NPR Business Story of the Day
Tired Of The Big City? Consider Telecommuting From...07/28/15
Greg Gianforte, a successful high-tech entrepreneur, is recruiting — not for his company, but for telecommuters to move to rural Montana and bring their high-paying jobs with them.
Major Flaw In Android Phones Would Let Hackers In With...
A security gap on the most popular smartphone operating system was discovered by security experts in a lab and is so far not widely exploited. It would let malicious code take over a phone instantly.
Fast-Food Workers Cheer As $15 Minimum Wage Advances In...
The increase, which boosts the minimum wage for many fast-food workers from $8.75 to $15 over several years, needs the labor commissioner's OK. Franchise holders say they're being targeted unfairly.
Zappos: A Workplace Where No One And Everyone Is The Boss
Earlier this year, the online retailer eliminated managers and embraced "holacracy" — a system of self-governance. It's one of a handful of firms that's trying to make middle management obsolete.
Commerce Department: Tighter Controls Needed For...
If software can be used to attack a computer network, then companies need permission before sending that software overseas, the government says. But the cybersecurity industry is up in arms.
What Lifting Iran's Sanctions Means For U.S. Businesses
The recent nuclear deal covers only a fraction of U.S. sanctions against Iran; most of the restrictions on businesses will stay in place. But there are exceptions. Who will benefit?
Men Strut Their Stuff At Their Very Own New York Fashion...
This week was the debut of New York Fashion Week: Men's. Sixty designers and some big-name sponsors showed up. Jacki Lyden went behind the scenes for The Seams, our series about clothing as culture.
Hey Yogurt-Maker, Where'd You Get Those Microbes?
Making yogurt requires bacteria — but which strains of bacteria? There are dozens to choose from, and that choice affects yogurt's tartness and texture.
As Big 3 Automakers Begin Union Talks, Both Sides Say...
GM and the UAW kicked off contract talks Monday; Chrysler and Ford will do the same this month. Negotiations are never easy, but since industry bailouts in 2009, there's a stronger push to cooperate.
A Crime Of Passion: When The Love Of Yogurt Burned Too...
Edgar Diaz poured his heart into building a yogurt company whose product won accolades. So why did he burn down his factory? The answer is a kind of love story: an ill-fated love affair with yogurt.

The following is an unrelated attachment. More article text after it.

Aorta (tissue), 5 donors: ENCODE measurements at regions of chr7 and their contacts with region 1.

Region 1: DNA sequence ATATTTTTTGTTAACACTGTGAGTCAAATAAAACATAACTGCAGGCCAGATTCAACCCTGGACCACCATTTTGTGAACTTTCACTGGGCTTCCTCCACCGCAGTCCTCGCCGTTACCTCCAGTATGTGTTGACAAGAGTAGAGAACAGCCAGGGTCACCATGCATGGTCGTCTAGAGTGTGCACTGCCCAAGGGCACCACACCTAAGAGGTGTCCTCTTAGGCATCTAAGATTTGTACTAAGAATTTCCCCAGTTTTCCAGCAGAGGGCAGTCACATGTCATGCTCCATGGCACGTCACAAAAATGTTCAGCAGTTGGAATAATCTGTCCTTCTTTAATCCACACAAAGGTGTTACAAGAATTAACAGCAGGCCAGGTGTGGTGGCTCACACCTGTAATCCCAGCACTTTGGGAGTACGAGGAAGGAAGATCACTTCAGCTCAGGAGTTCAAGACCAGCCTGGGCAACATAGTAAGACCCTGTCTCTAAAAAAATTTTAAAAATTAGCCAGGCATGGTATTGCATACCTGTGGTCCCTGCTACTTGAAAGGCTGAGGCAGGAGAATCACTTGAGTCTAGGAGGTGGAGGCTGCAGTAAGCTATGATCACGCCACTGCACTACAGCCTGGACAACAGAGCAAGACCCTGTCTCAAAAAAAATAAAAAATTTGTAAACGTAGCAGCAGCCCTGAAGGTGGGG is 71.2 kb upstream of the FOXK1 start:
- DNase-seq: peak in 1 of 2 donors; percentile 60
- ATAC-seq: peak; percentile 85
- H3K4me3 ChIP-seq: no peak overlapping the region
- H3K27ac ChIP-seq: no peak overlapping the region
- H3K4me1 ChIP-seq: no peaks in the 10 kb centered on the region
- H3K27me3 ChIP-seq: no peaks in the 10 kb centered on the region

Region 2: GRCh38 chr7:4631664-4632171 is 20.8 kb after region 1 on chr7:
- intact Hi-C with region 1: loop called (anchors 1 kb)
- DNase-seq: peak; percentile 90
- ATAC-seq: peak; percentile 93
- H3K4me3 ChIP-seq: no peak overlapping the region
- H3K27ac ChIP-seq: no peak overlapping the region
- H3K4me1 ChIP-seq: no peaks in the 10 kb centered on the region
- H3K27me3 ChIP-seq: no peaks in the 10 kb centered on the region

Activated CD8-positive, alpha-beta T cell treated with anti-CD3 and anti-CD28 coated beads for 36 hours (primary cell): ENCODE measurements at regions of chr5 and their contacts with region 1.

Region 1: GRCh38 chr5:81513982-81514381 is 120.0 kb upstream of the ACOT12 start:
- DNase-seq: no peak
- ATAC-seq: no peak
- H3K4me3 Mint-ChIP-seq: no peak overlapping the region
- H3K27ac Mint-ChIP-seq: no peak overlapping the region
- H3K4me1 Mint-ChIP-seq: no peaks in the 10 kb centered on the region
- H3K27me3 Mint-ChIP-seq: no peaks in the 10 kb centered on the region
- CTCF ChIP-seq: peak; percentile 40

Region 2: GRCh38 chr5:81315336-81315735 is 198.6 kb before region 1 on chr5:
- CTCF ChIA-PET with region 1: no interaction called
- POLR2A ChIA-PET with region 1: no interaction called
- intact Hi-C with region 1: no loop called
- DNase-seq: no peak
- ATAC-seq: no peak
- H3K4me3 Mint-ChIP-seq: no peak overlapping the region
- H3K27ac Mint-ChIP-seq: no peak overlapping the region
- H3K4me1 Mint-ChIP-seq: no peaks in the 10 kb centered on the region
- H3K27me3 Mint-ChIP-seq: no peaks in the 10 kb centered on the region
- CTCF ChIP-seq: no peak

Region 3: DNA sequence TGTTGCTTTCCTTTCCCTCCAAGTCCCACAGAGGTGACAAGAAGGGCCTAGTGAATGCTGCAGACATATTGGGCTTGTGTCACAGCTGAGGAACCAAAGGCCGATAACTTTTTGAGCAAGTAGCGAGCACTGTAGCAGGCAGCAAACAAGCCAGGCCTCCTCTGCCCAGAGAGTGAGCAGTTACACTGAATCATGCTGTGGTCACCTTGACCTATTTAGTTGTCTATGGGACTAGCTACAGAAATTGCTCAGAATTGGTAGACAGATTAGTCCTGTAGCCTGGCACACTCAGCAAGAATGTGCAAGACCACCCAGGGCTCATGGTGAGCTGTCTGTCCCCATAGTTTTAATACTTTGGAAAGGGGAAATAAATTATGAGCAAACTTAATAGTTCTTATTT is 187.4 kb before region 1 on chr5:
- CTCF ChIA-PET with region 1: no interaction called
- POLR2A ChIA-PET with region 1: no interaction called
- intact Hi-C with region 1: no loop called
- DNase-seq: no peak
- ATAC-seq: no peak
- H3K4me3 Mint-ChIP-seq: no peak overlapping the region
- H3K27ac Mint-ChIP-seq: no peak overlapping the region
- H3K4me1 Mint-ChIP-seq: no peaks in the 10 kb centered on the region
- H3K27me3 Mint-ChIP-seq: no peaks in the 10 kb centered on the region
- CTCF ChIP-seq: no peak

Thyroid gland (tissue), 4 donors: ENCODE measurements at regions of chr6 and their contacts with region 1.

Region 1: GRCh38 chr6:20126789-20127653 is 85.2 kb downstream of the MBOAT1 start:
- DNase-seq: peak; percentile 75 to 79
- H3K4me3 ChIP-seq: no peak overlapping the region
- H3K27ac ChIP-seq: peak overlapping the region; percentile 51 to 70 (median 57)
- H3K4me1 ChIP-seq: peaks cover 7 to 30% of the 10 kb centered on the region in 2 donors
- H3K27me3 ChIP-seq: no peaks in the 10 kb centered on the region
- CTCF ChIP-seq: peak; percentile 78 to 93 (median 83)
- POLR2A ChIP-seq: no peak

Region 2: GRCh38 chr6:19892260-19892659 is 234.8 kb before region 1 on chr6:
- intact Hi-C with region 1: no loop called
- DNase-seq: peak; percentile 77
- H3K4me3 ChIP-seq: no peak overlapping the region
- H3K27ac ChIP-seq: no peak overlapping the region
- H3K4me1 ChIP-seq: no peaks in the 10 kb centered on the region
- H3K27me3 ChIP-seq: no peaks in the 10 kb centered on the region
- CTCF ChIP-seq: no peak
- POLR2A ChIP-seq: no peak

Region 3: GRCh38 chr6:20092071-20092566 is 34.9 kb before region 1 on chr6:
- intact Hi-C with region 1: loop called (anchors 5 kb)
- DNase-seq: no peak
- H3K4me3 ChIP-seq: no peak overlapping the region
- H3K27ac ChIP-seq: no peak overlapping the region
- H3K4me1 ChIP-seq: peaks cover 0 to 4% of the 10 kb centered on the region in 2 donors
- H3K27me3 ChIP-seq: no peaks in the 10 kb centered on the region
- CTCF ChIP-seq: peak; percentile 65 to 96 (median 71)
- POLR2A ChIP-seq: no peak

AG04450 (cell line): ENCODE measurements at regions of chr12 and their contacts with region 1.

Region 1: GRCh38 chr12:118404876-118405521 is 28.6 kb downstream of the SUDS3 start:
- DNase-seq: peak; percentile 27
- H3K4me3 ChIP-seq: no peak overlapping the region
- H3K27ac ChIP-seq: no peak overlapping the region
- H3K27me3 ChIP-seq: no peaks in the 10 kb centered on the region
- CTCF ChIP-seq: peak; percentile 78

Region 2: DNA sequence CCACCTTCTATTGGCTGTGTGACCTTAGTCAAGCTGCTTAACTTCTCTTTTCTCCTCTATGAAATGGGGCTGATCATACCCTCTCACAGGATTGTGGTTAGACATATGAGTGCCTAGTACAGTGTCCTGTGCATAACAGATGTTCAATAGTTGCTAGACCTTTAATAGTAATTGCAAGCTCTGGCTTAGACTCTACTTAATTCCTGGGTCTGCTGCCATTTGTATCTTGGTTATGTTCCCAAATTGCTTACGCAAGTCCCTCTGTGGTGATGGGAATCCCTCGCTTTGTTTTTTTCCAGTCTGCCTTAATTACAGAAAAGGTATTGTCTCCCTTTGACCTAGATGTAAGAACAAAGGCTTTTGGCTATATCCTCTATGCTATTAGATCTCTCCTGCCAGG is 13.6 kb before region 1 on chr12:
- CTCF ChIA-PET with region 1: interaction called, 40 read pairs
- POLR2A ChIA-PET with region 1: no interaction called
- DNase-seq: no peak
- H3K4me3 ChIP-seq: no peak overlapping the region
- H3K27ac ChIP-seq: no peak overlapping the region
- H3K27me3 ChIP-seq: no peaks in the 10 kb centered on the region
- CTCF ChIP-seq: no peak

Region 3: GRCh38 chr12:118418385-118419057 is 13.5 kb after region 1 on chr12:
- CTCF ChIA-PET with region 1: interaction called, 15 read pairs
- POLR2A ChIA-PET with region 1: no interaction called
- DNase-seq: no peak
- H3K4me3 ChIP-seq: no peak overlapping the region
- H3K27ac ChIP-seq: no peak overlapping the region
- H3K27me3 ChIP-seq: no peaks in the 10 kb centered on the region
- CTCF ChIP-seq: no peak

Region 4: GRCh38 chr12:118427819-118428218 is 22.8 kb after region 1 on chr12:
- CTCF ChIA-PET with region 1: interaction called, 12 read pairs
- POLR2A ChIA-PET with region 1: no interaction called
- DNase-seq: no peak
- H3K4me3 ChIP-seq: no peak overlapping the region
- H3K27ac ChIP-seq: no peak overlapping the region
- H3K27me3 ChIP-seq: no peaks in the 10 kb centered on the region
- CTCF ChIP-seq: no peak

U.S. Financial Markets Keep An Eye On Developments In...
For perspective on Greece's economic woes and China's market turmoil, Renee Montagne talks to David Wessel, director of the Hutchins Center on Fiscal & Monetary Policy at the Brookings Institution.
An Explicit Contract Makes Surrogacy Viable For An Oregon...
Carrying a child for someone unable to become pregnant can be a legal and ethical minefield. In Oregon, lenient laws and strict contracts have made surrogacy a more appealing option for women.
Amid New Overtime Rules, More Employers Might Set Email...
As the Obama administration looks to expand the number of employees eligible for overtime pay, more companies may curtail the use of email after hours to cut labor costs.
Hackers Target Controversial Italian Cyber Espionage...
Spyware belonging to the security firm Hacking Team has been detected in many countries with repressive regimes. The firm's client list is secret, but a hack has made thousands of documents public.
Greek Voters Give Bailout Referendum A Thumbs-Down
Sixty-one percent of Greek voters said "no" to the referendum that included tough austerity measures for Athens, in exchange for a continued line of credit to keep paying the government's obligations.
The Legal Business Of Marijuana Is Growing But The...
The business of selling marijuana legally — for medical and recreational purposes — is expanding. But so are concerns that African-Americans are being shut out of this new industry.
Georgia Leads A Push To Help Ex-Prisoners Get Jobs
Federal grant money is flowing to skills training programs for ex-offenders. But aid will be successful only if employers are willing to hire them. That's where state re-entry programs show promise.
As Panama's Economy Booms, So Do Concerns Over Debt And...
Panama's economy, while cooling in recent years, is still growing at astonishing rates compared to its neighbors. But environmental damage and huge government debt are part of the package.
Obama Expected To Release Rule Governing Overtime
The plan raises the cap under which most workers must get overtime for working more than 40 hours a week. It doesn't require congressional approval, but is expected to be criticized by businesses.
Greece To Impose Capital Controls Amid Looming Default
Greece's prime minister announced on Sunday that banks and the stock market will be closed after negotiations with the country's international lenders broke down.
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